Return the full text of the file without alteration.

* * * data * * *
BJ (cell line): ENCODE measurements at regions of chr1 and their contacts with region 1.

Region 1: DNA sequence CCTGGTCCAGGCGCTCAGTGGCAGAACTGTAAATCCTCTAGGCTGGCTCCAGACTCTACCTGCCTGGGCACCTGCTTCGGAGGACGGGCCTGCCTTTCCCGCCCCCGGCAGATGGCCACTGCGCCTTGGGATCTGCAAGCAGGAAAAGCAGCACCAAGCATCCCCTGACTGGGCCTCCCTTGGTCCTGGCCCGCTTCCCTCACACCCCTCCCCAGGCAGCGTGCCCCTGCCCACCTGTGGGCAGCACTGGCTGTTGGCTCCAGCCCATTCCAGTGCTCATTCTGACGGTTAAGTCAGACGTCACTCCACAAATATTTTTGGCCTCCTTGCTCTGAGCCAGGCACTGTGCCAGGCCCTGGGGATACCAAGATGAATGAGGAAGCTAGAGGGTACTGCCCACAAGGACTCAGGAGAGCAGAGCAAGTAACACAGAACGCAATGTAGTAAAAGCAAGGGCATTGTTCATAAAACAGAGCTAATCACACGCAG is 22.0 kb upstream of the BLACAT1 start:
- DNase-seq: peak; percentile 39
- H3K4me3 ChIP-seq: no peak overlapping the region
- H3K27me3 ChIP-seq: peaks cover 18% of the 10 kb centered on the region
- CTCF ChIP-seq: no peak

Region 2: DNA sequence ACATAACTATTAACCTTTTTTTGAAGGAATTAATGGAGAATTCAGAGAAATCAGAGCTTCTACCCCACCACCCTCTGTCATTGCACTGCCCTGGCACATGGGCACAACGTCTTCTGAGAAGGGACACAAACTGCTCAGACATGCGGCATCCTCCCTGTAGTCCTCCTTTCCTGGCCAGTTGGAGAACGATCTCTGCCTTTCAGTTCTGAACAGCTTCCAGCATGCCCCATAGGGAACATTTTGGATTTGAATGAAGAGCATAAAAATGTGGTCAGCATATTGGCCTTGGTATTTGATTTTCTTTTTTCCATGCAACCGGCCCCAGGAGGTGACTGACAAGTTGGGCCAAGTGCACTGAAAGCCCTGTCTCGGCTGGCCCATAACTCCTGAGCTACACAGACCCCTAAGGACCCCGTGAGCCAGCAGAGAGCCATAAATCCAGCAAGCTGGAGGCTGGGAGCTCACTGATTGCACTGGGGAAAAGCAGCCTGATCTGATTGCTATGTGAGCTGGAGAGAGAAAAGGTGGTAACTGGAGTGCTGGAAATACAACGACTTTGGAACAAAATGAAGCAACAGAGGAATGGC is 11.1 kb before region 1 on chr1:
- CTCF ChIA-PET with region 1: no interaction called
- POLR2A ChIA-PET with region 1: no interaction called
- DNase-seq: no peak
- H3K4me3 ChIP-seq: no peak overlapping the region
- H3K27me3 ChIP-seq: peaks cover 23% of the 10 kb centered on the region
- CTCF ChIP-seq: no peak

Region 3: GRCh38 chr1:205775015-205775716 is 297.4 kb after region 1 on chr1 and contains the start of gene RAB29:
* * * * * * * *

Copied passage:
BJ (cell line): ENCODE measurements at regions of chr1 and their contacts with region 1.

Region 1: DNA sequence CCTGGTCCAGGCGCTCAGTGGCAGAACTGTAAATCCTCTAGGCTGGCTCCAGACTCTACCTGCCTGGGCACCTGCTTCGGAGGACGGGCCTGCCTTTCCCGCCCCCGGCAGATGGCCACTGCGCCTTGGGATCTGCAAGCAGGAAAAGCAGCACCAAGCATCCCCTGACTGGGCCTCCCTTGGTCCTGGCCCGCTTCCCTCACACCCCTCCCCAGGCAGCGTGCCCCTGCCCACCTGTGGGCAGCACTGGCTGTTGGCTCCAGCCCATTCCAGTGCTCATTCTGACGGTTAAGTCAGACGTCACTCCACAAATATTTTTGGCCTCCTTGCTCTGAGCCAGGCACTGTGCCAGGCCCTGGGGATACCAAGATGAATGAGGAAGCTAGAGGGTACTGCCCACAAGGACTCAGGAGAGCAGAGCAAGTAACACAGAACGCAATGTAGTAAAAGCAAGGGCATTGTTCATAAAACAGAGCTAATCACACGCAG is 22.0 kb upstream of the BLACAT1 start:
- DNase-seq: peak; percentile 39
- H3K4me3 ChIP-seq: no peak overlapping the region
- H3K27me3 ChIP-seq: peaks cover 18% of the 10 kb centered on the region
- CTCF ChIP-seq: no peak

Region 2: DNA sequence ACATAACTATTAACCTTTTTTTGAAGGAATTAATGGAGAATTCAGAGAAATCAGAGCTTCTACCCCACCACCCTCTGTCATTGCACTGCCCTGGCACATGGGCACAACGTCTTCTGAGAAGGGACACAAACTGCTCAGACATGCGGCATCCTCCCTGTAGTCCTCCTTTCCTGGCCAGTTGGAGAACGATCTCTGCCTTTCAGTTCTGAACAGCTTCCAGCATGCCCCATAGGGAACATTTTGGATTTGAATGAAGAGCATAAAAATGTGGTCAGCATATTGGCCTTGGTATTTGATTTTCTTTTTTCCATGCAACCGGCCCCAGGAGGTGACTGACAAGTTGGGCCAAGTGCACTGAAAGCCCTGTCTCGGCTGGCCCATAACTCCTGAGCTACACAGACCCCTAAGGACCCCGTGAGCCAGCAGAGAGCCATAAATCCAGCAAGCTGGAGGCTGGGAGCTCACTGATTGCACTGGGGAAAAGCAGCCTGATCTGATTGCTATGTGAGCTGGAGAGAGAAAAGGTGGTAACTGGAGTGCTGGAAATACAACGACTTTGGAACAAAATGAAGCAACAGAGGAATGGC is 11.1 kb before region 1 on chr1:
- CTCF ChIA-PET with region 1: no interaction called
- POLR2A ChIA-PET with region 1: no interaction called
- DNase-seq: no peak
- H3K4me3 ChIP-seq: no peak overlapping the region
- H3K27me3 ChIP-seq: peaks cover 23% of the 10 kb centered on the region
- CTCF ChIP-seq: no peak

Region 3: GRCh38 chr1:205775015-205775716 is 297.4 kb after region 1 on chr1 and contains the start of gene RAB29: